f-number equivalent between m43 and FF

Started Mar 25, 2014 | Discussions thread
D Cox Forum Pro • Posts: 18,060
Re: Defining The Signal: part 2

Jack Hogan wrote:

Scott McMorrow wrote:

Jack Hogan wrote:

Light from an illuminant is reflected by the scene, travels through/is transformed by the lens and hits the sensing plane forming a 2D image. In this context I believe that the signal is

1) the 2D image projected on the sensing plane - in photometric/radiometric units;
2) the 2D image in 1) filtered, sampled spatially, converted to e- through the photoelectric effect and integrated by the sensor during the time of exposure - in units of e- per pixel of a given channel.

Mean Signal in a specific area of the image is therefore the average of the photometric/radiometric quantity under the given image area or the average of the photoelectrons generated by a sensing element in a given channel in the same area of the image.

Jack

Photons are the "signal". Each photon carries information, and is therefore a signal. A camera sensor records those signals on a sensor that integrates photons/unit area over time. A photographic sensor is just one way to measure the signal.

Yes, I am simply trying to create a shared vocabulary for these discussions. I believe (based on relevant textbooks and articles I have read) that when photographers talk about The Signal we are talking about

1) The light intensity at specific points in The 2D Image projected on the sensing plane during exposure

For photographic purposes we can express light intensity in a number of variations of radiometric and photometric units (including W/m^2/nm, lux, photons - of a given wavelength or not - per second per meter squared etc.).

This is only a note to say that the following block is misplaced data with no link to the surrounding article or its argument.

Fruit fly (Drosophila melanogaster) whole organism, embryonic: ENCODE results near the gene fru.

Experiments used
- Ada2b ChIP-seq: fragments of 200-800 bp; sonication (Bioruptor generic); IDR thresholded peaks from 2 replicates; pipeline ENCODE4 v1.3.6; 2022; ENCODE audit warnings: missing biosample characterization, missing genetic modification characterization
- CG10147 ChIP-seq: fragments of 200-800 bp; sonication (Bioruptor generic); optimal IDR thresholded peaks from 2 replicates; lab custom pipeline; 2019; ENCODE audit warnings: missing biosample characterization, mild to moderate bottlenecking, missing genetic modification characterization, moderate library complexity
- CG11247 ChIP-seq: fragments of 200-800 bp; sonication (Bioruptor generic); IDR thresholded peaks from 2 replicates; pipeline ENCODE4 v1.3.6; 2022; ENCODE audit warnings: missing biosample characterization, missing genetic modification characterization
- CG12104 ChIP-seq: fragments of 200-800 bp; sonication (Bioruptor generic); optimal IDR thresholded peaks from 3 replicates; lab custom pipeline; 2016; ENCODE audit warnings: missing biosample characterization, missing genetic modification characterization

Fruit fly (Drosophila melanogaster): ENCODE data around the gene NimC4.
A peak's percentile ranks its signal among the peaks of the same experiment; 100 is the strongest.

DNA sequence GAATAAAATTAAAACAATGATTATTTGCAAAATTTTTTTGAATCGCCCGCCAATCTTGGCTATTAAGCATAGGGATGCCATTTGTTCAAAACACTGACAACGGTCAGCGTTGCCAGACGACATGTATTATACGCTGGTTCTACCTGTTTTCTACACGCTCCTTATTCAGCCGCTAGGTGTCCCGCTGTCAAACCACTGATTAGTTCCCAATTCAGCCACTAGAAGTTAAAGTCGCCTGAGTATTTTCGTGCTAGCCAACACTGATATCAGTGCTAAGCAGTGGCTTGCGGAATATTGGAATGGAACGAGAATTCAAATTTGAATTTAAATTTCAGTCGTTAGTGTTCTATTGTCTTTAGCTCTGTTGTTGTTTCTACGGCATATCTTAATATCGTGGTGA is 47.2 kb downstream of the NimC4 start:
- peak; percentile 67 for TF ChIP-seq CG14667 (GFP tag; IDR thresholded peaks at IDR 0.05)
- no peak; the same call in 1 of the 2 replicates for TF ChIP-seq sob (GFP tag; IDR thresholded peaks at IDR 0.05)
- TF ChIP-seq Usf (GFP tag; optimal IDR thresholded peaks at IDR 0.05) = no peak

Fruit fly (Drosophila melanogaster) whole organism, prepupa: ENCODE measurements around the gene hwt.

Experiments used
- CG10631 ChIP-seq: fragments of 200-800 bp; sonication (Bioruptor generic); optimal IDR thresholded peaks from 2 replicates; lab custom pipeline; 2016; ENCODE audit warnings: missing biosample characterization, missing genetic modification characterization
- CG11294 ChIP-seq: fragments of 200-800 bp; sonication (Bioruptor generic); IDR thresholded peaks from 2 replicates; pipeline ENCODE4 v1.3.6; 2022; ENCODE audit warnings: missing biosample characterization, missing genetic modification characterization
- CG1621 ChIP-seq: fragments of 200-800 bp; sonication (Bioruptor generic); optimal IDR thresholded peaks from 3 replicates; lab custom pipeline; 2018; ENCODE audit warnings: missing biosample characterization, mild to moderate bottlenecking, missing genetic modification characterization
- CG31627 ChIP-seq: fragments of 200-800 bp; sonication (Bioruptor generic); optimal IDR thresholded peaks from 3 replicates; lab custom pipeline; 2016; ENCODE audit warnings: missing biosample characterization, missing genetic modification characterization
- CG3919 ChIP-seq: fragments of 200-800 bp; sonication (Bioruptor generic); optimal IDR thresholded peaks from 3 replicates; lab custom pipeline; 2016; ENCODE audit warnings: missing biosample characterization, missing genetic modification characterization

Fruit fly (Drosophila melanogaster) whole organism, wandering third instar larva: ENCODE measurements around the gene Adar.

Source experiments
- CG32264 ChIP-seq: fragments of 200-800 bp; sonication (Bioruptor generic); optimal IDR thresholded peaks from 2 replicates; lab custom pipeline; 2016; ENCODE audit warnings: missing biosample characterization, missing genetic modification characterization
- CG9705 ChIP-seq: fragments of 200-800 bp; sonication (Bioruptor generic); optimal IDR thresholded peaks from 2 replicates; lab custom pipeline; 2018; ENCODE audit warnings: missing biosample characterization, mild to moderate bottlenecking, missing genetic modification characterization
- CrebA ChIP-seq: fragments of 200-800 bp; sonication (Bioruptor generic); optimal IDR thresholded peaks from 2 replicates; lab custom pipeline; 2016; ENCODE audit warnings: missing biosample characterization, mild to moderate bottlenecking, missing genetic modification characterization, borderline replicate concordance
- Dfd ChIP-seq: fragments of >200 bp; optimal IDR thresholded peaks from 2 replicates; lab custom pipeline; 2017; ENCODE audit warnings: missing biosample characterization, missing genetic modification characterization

Note that this definition of what The Signal is does not require that The Signal be varying in any way. A blue sky therefore is a perfectly valid Signal because it creates light intensity on the sensing plane.

I also believe that we also often refer to The Signal as being further downstream, at the output of the sensor in a spatially and temporally sampled version of The Image, in units of photoelectrons. Hence the more caustic, discretized extension in 2)

Changes, integrations, confirmations? Do you (the forum at large) agree? More or less, D Cox?

Well, such debates on terminology can be never-ending.

My opinion is that the signal is the photograph. To be more precise, it is the array of numbers in a digital image that provides information about objects and light.

Now, part of that is information about the random arrival of photons. As photographers, we are not very interested in the statistics of how photons behave, so we try to separate the noise from the image signal.

I don't think a single measurement (one pixel, one exposure) should be called a signal. There has to be a set of measurements (different pixels in photography, samples at different times in audio).

So, in "The light intensity at specific points" the important things is that it is plural. The information (the picture) comes from comparing those points: the signal is the differences between the numbers from the pixels. (In audio, it is the differences in the numbers from sample to sample.)

You may not agree.

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